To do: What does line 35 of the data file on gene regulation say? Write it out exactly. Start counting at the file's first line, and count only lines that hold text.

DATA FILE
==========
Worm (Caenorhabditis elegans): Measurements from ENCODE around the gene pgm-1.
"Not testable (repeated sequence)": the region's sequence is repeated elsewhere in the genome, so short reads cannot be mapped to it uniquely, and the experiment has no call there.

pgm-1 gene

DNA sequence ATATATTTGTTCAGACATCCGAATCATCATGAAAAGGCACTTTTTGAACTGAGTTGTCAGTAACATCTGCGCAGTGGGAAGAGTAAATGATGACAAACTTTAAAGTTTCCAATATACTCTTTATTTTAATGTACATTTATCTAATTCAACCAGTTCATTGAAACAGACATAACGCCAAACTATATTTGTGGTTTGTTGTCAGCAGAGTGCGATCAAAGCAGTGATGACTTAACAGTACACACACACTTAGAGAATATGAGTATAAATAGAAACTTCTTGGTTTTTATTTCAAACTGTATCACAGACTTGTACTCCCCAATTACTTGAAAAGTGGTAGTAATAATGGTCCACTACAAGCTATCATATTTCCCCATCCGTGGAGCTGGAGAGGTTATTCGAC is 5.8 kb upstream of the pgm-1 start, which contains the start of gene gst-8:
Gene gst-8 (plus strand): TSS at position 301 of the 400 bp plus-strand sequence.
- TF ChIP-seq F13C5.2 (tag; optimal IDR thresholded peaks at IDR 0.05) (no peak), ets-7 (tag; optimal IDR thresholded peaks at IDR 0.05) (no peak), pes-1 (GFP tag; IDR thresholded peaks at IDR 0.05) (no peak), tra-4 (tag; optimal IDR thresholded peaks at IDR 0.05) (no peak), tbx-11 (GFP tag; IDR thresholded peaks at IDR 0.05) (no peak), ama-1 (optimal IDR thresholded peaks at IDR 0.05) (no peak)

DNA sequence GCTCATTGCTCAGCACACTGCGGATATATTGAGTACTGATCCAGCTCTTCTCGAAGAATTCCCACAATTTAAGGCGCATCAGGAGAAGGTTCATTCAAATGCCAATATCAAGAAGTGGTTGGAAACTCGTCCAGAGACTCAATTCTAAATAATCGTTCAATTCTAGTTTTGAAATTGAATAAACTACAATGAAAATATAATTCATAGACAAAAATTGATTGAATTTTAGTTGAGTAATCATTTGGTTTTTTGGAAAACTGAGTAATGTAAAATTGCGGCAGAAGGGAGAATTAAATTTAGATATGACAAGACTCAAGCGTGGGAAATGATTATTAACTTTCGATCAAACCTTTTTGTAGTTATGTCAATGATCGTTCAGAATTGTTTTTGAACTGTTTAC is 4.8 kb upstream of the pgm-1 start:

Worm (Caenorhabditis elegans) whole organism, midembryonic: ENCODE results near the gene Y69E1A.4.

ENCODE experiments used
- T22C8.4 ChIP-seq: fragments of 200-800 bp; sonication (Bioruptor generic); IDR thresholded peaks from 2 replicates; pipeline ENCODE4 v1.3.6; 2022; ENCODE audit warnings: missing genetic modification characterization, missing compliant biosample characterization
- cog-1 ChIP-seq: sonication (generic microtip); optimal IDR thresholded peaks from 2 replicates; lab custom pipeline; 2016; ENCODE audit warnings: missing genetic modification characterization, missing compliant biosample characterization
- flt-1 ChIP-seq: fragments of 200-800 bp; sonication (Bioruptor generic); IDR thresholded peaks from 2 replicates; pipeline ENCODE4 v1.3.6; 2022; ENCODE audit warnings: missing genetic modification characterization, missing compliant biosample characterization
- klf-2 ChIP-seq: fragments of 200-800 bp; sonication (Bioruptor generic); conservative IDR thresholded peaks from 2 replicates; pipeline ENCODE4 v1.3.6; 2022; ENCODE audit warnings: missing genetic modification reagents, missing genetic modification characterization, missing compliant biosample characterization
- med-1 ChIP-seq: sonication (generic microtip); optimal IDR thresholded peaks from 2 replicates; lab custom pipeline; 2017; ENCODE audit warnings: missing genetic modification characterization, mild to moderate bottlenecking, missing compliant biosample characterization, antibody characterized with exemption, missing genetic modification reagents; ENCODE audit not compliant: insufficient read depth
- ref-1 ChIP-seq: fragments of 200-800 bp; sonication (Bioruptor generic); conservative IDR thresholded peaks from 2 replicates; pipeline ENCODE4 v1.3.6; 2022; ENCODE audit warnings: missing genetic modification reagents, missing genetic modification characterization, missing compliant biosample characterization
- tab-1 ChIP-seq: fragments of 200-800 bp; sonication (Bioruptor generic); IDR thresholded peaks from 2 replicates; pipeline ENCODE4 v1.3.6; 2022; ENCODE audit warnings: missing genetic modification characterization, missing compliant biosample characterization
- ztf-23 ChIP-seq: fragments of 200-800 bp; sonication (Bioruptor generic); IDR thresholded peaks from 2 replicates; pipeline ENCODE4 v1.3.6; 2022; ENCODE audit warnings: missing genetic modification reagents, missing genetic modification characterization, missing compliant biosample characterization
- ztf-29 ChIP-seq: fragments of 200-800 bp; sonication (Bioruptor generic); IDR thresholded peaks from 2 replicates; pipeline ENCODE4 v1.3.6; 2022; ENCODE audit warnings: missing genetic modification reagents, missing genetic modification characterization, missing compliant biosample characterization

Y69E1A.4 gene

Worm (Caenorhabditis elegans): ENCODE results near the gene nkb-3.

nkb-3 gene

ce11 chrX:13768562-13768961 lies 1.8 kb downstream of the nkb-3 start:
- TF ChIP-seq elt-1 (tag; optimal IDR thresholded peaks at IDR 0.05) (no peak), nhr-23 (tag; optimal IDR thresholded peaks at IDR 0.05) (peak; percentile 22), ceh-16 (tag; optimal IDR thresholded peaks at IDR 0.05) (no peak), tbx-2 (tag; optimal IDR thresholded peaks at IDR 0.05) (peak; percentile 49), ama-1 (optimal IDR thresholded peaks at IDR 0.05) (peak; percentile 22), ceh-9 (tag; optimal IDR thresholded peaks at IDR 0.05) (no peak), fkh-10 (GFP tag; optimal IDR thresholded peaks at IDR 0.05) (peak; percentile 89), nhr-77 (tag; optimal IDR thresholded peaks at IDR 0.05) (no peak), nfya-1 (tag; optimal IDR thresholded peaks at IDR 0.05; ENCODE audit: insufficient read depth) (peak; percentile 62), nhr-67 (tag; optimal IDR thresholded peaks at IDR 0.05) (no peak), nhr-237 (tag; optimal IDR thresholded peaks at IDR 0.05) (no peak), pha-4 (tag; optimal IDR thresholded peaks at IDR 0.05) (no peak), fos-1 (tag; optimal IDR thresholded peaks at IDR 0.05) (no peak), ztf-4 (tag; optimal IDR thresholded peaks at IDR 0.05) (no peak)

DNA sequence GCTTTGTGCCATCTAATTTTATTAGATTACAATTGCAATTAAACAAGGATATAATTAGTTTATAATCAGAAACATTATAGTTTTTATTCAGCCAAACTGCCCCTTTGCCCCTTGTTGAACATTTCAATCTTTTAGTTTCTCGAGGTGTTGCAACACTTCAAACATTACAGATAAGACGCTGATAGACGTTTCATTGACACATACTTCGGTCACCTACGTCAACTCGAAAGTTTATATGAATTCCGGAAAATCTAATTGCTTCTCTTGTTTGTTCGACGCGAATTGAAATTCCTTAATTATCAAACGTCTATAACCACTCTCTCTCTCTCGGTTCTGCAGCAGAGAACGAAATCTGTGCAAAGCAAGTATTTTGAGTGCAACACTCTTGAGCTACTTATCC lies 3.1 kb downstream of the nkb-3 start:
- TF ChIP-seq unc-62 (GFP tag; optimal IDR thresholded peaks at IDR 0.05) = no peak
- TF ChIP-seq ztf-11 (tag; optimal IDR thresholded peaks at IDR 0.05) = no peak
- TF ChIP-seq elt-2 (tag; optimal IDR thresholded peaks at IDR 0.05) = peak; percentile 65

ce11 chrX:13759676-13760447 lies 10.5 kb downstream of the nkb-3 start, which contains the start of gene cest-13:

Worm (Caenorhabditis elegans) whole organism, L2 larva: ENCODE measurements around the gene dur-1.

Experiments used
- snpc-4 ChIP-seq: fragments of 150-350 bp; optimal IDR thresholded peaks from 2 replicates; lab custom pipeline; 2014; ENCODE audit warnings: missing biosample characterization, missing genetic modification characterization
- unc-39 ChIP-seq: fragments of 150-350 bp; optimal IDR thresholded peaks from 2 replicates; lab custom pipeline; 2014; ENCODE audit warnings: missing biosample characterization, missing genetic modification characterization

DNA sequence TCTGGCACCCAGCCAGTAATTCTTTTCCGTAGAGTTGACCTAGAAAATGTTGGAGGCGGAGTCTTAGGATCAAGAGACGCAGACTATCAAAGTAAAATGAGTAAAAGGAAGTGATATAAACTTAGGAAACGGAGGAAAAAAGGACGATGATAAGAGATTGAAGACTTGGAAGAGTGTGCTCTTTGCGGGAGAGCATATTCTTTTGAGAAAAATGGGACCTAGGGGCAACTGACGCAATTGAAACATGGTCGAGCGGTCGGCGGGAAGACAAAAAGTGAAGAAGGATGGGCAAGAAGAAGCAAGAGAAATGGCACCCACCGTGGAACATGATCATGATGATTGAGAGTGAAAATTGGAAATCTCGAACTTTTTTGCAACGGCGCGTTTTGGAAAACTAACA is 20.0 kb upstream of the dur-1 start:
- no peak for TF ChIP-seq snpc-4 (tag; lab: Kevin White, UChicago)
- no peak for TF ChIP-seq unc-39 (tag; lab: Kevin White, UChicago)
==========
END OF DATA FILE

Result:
- no peak for TF ChIP-seq unc-39 (tag; lab: Kevin White, UChicago)